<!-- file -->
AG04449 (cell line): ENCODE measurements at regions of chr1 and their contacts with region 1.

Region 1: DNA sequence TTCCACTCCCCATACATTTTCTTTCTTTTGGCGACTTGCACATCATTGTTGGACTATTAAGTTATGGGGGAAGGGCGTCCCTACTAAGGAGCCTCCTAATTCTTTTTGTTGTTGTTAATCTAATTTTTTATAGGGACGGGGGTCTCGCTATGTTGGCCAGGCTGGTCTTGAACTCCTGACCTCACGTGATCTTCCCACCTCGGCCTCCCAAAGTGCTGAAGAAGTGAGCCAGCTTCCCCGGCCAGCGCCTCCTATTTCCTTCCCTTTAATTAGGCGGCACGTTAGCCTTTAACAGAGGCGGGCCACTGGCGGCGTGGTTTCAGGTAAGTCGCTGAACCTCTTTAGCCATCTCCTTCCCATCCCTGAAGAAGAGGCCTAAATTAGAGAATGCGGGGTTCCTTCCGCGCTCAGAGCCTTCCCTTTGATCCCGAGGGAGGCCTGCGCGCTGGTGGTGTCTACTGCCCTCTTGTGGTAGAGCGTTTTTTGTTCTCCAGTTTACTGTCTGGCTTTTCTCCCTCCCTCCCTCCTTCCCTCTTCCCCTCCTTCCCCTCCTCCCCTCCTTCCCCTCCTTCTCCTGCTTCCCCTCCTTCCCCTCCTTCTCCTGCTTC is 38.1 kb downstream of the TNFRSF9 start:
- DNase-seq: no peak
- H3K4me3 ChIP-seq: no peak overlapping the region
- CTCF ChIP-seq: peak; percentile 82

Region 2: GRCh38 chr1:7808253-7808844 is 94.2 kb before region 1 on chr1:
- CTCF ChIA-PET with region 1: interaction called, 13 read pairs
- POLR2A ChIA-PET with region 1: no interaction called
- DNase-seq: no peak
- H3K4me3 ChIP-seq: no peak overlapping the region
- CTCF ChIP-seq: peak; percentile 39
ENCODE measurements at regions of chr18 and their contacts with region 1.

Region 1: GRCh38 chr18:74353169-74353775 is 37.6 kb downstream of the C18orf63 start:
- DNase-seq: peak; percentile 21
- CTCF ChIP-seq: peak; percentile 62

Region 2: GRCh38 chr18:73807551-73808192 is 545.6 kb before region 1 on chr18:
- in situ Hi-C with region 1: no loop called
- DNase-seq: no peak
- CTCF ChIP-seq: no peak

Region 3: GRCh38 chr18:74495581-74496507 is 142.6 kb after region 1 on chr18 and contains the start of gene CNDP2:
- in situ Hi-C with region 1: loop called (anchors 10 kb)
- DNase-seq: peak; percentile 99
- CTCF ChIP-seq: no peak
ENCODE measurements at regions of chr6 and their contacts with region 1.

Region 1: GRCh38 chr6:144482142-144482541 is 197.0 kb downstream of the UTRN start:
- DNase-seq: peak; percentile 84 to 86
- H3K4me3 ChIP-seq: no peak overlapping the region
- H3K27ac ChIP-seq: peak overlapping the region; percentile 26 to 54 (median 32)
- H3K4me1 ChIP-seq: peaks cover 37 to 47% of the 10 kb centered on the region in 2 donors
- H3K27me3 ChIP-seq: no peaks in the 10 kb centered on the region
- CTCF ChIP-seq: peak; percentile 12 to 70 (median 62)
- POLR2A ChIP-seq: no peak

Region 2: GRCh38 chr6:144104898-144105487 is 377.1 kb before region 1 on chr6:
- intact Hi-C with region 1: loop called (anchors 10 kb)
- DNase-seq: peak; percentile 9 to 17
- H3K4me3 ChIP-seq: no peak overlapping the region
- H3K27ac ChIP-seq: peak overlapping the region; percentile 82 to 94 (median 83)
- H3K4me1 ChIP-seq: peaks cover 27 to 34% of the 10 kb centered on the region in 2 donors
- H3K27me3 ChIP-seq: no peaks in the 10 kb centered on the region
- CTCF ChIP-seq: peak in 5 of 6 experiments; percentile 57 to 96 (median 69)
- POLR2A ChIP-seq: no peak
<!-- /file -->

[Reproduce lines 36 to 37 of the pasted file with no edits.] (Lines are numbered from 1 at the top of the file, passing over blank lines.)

- H3K4me3 ChIP-seq: no peak overlapping the region
- H3K27ac ChIP-seq: peak overlapping the region; percentile 82 to 94 (median 83)